If you have to get a dental crown, you may be wondering what is going to happen at your appointment. If so, below is information on how this process works. This will help you feel much better because you will know what to expect at your appointment.
Decide on the Material
There are different types of materials that can be used when a dental crown is made in a lab. These materials include porcelain, metal, composite resin, and ceramic. What determines the material depends on many factors.
Your tooth's location is one thing the dentist will use to determine the best type of material. If the crown will not be seen, such as if it is in the back of your mouth, metal may be used. If the crown will be seen, the dentist something like ceramic, porcelain, or composite resin. This is because these materials can be shaded to match your natural teeth, so the crown blends in with your tooth. This makes the crown much less noticeable.
Procedure Used for a Dental Crown
The dentist will first take x-rays of the tooth that they are placing the crown on. The dentist will also make a mold of the tooth before the crown is created. This is to ensure the crown fits properly when it is placed over the tooth. Before the mold is made, the dentist files down the tooth. This is not painful, but you will have a metal taste in your mouth during the process. Once the dentist finishes filing, they will use a special material that they will place in your mouth. The dentist will ask you to bite down. This makes an impression of the tooth.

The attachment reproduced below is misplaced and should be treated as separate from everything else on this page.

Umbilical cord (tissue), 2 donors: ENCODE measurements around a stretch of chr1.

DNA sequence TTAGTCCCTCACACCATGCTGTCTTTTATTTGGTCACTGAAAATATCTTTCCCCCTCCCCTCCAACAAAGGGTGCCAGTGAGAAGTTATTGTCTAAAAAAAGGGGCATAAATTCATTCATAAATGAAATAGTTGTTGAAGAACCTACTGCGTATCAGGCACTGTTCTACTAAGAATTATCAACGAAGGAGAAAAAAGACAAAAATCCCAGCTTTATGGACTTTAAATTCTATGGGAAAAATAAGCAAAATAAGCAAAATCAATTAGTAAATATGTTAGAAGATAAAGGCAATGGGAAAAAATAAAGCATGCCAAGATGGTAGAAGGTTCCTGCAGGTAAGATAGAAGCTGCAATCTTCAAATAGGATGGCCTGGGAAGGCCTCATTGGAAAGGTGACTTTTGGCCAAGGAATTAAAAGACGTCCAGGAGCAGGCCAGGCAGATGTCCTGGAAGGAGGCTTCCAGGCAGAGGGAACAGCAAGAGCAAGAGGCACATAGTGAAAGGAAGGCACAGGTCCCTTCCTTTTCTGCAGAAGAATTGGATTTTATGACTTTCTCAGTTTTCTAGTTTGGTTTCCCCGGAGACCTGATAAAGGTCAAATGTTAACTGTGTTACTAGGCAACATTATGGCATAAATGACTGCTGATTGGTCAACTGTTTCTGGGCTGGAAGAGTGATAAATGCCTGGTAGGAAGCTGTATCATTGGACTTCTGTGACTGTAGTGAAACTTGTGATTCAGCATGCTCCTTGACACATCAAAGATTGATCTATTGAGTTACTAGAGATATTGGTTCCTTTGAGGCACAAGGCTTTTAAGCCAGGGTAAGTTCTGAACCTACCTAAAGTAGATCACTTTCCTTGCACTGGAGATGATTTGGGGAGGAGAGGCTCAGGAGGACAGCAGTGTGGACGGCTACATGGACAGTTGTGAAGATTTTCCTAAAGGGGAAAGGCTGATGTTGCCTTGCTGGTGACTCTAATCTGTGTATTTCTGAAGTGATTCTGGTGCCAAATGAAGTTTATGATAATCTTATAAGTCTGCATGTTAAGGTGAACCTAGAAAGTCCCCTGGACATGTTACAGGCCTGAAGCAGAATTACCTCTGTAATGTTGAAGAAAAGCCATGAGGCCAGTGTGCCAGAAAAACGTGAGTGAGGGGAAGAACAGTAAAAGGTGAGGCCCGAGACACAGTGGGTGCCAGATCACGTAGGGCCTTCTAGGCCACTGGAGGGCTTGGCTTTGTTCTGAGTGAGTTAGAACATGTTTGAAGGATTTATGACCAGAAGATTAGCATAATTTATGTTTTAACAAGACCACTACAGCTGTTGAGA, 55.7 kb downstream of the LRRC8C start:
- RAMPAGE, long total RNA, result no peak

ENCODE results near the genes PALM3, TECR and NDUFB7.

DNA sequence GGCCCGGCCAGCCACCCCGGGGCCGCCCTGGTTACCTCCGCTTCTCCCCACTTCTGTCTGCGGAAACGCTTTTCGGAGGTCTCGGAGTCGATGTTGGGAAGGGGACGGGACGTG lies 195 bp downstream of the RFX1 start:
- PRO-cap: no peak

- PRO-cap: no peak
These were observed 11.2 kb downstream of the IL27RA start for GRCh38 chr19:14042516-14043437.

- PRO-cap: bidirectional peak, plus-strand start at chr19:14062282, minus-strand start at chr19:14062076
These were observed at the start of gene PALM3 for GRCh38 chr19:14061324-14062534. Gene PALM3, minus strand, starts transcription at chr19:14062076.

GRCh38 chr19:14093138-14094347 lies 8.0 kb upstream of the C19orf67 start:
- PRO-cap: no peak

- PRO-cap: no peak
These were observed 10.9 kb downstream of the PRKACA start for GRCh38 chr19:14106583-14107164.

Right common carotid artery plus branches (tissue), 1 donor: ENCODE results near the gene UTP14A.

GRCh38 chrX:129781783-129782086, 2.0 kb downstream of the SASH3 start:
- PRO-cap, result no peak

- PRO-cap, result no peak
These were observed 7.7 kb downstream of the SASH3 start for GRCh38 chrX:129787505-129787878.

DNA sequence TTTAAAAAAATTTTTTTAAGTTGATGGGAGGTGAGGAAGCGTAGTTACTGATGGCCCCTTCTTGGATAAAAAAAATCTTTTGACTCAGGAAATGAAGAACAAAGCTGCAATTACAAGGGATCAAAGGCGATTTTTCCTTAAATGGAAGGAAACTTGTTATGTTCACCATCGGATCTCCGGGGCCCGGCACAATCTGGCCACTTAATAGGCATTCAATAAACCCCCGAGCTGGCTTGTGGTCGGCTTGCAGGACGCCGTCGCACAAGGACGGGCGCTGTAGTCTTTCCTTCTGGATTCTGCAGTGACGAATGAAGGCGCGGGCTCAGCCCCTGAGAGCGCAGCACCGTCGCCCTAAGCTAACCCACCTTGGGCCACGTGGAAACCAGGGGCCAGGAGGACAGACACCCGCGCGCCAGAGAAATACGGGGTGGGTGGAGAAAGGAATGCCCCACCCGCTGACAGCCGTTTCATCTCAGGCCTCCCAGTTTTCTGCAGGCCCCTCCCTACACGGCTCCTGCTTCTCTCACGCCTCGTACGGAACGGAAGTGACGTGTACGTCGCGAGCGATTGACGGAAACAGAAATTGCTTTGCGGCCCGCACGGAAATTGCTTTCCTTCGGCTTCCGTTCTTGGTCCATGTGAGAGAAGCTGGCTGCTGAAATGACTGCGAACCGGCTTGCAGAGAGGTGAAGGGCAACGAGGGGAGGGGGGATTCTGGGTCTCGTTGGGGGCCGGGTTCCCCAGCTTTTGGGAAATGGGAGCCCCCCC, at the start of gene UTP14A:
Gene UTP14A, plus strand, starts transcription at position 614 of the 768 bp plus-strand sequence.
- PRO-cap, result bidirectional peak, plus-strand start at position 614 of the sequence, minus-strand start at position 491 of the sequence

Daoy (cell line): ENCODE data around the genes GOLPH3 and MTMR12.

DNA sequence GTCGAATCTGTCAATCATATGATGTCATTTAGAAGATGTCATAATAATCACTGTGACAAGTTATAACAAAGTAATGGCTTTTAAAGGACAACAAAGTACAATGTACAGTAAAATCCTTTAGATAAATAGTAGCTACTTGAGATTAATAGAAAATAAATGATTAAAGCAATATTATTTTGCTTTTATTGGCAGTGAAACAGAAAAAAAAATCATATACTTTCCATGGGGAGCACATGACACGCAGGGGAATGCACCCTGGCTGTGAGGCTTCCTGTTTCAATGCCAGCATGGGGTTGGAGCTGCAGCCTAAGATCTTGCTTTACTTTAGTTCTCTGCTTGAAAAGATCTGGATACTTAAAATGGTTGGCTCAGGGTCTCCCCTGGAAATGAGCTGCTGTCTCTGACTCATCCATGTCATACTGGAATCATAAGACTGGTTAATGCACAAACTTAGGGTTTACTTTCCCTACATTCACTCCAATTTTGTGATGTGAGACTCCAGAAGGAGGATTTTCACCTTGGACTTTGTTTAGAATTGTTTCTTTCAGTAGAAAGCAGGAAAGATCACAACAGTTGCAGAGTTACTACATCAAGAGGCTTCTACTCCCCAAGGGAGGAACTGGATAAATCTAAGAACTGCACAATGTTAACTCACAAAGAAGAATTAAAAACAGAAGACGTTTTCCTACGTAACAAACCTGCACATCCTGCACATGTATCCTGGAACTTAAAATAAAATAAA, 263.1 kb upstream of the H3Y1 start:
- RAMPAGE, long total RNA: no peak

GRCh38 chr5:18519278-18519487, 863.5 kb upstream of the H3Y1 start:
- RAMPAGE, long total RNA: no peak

The dentist will then place a temporary crown over the tooth. This will protect the tooth until the new crown arrives. You will have to be careful with a temporary crown because it can fall off. This includes not chewing on the side the temporary crown is on and be very careful when brushing your teeth. You also need to stay away from sticky foods.
When the dentist receives the crown, you will be asked to come in. The crown is then cemented over the tooth. The doctor will ask you to bite down after the crown is in place to make sure your bite is correct. There are some cases where the crown may be a little too large and the dentist will have to file it down.
Your dentist can give you much more information about the dental crown procedure.